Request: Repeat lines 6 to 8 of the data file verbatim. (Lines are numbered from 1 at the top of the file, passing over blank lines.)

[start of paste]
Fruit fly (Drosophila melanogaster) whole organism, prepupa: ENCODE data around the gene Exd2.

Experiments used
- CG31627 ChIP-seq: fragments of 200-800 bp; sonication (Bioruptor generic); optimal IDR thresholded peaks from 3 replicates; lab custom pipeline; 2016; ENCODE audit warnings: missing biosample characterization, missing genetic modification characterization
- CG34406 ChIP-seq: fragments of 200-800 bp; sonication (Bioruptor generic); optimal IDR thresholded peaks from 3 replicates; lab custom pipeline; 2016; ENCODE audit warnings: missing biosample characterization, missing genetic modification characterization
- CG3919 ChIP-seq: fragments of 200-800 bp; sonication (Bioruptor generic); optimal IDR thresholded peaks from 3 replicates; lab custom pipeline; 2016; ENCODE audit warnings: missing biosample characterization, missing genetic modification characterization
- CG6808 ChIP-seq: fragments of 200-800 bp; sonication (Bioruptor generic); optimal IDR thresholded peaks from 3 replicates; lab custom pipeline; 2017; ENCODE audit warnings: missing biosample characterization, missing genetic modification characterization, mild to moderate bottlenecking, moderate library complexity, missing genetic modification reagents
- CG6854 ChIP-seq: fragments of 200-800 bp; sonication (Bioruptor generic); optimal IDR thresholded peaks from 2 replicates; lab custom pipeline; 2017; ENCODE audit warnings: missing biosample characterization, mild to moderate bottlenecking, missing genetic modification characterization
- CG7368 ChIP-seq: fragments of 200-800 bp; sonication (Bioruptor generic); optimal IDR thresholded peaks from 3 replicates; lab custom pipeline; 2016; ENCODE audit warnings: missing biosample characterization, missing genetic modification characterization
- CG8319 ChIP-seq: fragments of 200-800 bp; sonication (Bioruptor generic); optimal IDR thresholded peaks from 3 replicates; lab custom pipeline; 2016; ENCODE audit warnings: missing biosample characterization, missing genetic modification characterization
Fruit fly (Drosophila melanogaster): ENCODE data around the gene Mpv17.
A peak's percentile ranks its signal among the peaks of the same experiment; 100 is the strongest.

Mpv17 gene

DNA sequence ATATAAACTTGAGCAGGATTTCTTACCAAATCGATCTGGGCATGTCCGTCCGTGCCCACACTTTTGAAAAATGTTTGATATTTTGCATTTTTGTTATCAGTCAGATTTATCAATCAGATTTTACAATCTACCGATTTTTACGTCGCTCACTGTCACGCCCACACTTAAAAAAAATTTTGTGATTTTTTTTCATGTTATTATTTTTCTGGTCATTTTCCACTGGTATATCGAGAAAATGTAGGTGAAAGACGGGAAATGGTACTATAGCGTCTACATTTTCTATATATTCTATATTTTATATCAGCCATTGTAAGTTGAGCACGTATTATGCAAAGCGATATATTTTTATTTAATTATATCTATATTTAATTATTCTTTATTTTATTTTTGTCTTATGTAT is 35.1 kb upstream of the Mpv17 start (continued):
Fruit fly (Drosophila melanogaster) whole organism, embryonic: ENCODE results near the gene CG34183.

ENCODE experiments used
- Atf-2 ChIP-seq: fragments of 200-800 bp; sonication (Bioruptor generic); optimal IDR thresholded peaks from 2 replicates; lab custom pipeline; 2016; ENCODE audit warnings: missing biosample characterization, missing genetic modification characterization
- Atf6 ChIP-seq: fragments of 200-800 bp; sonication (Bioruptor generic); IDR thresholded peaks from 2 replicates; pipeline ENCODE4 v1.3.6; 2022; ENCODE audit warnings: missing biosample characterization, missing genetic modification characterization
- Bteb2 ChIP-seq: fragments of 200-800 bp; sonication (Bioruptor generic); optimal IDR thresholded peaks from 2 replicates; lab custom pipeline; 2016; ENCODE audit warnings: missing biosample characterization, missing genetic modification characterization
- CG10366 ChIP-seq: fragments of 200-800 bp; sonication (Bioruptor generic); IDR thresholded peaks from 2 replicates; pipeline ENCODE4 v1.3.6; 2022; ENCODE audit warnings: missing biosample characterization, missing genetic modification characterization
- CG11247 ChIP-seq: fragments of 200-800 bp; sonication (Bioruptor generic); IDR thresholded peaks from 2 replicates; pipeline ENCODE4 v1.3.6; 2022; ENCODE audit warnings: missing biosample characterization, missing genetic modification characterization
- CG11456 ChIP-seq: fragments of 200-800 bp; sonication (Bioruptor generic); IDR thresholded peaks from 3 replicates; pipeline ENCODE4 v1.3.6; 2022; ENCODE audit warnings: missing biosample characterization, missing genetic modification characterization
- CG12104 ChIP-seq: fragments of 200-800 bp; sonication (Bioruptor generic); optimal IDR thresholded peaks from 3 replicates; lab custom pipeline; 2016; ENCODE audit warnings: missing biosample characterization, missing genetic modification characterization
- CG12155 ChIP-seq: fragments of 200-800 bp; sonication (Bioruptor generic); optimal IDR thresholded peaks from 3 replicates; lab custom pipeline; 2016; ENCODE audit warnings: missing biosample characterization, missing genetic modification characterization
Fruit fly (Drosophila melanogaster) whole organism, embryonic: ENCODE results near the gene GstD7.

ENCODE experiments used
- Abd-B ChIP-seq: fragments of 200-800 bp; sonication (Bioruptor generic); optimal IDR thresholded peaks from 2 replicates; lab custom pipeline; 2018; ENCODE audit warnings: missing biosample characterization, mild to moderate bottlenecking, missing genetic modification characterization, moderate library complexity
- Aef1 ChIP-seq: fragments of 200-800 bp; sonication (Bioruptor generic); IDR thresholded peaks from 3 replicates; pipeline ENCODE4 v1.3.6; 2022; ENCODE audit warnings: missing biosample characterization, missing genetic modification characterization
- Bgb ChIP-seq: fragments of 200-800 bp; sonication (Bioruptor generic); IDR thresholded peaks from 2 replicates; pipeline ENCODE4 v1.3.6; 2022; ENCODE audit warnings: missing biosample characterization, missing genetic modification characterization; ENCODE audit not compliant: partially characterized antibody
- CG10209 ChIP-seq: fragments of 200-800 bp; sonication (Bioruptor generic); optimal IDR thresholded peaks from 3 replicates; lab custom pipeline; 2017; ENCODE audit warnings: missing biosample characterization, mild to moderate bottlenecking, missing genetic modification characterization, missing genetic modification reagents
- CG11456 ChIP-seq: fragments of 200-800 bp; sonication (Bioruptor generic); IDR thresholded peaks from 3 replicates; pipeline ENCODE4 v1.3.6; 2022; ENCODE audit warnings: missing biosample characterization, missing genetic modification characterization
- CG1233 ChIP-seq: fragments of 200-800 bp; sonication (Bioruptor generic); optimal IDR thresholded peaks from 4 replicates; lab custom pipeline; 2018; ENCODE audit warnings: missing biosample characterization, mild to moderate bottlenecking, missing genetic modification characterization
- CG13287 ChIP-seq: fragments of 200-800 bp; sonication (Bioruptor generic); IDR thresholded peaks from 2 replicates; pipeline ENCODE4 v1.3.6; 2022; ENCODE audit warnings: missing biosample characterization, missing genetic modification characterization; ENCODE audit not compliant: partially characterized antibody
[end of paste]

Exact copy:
- CG6808 ChIP-seq: fragments of 200-800 bp; sonication (Bioruptor generic); optimal IDR thresholded peaks from 3 replicates; lab custom pipeline; 2017; ENCODE audit warnings: missing biosample characterization, missing genetic modification characterization, mild to moderate bottlenecking, moderate library complexity, missing genetic modification reagents
- CG6854 ChIP-seq: fragments of 200-800 bp; sonication (Bioruptor generic); optimal IDR thresholded peaks from 2 replicates; lab custom pipeline; 2017; ENCODE audit warnings: missing biosample characterization, mild to moderate bottlenecking, missing genetic modification characterization
- CG7368 ChIP-seq: fragments of 200-800 bp; sonication (Bioruptor generic); optimal IDR thresholded peaks from 3 replicates; lab custom pipeline; 2016; ENCODE audit warnings: missing biosample characterization, missing genetic modification characterization